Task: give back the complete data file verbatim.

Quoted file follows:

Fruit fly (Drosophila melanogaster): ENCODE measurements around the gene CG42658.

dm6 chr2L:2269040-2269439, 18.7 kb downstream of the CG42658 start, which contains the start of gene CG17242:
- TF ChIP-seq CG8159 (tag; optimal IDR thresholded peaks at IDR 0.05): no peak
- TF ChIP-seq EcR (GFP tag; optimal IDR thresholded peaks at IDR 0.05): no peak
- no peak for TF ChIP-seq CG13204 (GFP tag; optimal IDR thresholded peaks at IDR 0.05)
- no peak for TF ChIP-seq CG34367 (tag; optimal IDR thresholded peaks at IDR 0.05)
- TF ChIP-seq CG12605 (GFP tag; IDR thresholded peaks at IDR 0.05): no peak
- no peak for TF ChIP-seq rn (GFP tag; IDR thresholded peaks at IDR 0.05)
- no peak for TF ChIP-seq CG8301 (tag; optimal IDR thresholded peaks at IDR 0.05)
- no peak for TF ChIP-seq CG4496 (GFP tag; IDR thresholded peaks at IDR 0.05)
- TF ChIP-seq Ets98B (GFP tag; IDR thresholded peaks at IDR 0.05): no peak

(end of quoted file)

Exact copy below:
Fruit fly (Drosophila melanogaster): ENCODE measurements around the gene CG42658.

dm6 chr2L:2269040-2269439, 18.7 kb downstream of the CG42658 start, which contains the start of gene CG17242:
- TF ChIP-seq CG8159 (tag; optimal IDR thresholded peaks at IDR 0.05): no peak
- TF ChIP-seq EcR (GFP tag; optimal IDR thresholded peaks at IDR 0.05): no peak
- no peak for TF ChIP-seq CG13204 (GFP tag; optimal IDR thresholded peaks at IDR 0.05)
- no peak for TF ChIP-seq CG34367 (tag; optimal IDR thresholded peaks at IDR 0.05)
- TF ChIP-seq CG12605 (GFP tag; IDR thresholded peaks at IDR 0.05): no peak
- no peak for TF ChIP-seq rn (GFP tag; IDR thresholded peaks at IDR 0.05)
- no peak for TF ChIP-seq CG8301 (tag; optimal IDR thresholded peaks at IDR 0.05)
- no peak for TF ChIP-seq CG4496 (GFP tag; IDR thresholded peaks at IDR 0.05)
- TF ChIP-seq Ets98B (GFP tag; IDR thresholded peaks at IDR 0.05): no peak